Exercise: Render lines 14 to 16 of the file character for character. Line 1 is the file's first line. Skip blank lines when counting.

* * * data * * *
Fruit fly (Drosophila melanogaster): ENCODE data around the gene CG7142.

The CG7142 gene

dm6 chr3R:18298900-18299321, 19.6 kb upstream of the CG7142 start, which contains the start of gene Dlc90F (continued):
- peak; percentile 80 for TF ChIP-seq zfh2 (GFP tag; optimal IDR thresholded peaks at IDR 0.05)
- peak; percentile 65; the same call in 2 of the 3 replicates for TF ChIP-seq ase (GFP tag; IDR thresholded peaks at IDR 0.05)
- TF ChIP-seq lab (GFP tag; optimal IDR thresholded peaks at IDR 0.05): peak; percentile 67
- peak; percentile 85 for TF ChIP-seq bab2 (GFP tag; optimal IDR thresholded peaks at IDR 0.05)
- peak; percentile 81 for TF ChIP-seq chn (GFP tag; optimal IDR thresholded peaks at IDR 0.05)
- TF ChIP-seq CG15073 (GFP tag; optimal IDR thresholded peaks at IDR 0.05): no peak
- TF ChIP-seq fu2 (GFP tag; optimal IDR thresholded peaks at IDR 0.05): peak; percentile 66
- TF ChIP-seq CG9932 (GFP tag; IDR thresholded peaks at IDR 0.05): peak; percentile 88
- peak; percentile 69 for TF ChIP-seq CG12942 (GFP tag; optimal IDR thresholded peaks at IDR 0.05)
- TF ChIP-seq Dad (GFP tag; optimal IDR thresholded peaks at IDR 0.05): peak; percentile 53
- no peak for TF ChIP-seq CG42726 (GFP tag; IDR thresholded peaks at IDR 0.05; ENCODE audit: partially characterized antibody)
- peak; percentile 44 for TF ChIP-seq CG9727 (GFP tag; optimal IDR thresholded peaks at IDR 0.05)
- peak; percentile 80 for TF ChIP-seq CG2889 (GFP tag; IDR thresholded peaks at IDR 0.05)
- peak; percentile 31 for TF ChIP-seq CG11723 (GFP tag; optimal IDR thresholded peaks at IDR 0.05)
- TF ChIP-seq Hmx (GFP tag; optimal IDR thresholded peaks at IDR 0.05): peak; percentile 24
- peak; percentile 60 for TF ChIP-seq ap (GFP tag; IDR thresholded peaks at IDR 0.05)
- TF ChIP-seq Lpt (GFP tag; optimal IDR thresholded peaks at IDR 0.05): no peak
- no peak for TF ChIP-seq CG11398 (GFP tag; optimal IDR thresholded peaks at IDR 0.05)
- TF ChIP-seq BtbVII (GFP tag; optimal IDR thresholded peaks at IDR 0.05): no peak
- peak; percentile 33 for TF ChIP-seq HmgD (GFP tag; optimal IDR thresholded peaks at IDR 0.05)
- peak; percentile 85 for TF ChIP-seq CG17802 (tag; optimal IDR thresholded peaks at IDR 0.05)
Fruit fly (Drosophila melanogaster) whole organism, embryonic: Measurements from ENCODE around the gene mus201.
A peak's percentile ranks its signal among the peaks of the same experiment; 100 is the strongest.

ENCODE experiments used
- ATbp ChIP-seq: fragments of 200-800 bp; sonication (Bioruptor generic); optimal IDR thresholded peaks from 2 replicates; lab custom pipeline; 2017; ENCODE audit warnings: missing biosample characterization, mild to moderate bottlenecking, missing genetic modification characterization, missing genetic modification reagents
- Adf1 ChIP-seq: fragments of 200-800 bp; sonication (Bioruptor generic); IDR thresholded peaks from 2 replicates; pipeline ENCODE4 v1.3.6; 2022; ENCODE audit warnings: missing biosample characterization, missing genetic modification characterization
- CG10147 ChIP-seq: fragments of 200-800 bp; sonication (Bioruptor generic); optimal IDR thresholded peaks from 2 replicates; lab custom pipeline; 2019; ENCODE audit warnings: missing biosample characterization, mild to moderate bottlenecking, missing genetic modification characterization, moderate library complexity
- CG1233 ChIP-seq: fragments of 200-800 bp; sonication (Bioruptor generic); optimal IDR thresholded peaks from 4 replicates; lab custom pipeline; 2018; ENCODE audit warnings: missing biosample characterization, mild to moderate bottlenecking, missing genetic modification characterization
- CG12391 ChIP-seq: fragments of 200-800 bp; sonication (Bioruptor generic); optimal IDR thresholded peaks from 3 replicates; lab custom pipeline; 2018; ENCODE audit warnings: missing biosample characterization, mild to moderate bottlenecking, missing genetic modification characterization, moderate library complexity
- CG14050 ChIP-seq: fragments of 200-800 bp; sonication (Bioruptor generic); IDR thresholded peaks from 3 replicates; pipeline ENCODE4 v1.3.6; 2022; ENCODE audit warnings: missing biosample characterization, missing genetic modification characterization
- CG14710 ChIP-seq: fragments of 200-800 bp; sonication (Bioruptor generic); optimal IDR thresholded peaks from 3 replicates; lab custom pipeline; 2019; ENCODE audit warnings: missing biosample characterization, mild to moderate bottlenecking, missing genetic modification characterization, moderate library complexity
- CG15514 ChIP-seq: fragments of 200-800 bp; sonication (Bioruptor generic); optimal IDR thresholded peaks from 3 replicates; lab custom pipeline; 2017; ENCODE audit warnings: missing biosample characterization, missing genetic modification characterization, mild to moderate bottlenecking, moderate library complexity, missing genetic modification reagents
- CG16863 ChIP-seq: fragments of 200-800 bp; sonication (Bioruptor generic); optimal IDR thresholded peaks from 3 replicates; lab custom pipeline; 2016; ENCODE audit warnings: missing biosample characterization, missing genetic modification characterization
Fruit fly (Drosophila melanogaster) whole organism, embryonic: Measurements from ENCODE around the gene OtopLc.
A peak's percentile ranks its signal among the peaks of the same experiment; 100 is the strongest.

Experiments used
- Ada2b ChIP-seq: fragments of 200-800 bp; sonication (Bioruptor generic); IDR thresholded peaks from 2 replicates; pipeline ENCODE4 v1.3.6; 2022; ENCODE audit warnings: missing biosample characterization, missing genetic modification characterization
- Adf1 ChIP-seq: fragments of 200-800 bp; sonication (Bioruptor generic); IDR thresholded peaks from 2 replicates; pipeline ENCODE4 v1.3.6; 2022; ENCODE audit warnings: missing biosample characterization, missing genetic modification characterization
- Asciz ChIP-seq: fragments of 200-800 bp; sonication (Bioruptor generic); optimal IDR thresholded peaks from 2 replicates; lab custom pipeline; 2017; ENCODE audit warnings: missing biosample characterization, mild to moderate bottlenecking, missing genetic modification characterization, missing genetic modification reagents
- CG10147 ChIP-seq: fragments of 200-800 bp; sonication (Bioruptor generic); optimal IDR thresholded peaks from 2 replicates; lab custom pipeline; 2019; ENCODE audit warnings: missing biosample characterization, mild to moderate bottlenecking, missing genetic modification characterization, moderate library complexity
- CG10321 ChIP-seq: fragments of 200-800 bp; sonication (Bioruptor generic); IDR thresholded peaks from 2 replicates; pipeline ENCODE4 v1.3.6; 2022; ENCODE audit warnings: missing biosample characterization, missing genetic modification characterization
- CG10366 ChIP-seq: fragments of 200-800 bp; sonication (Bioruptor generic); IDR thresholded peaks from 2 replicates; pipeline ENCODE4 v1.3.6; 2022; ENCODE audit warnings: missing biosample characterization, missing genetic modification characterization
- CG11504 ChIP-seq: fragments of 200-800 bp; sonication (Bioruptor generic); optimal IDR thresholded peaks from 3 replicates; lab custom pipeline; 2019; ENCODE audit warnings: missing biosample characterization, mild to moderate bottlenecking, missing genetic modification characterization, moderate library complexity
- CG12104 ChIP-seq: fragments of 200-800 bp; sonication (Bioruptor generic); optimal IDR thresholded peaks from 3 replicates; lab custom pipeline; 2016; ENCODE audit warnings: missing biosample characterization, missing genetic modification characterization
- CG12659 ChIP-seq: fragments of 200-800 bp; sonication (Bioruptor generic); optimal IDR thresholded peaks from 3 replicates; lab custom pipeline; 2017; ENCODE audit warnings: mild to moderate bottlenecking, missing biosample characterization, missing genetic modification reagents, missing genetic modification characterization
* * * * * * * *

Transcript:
- no peak for TF ChIP-seq CG42726 (GFP tag; IDR thresholded peaks at IDR 0.05; ENCODE audit: partially characterized antibody)
- peak; percentile 44 for TF ChIP-seq CG9727 (GFP tag; optimal IDR thresholded peaks at IDR 0.05)
- peak; percentile 80 for TF ChIP-seq CG2889 (GFP tag; IDR thresholded peaks at IDR 0.05)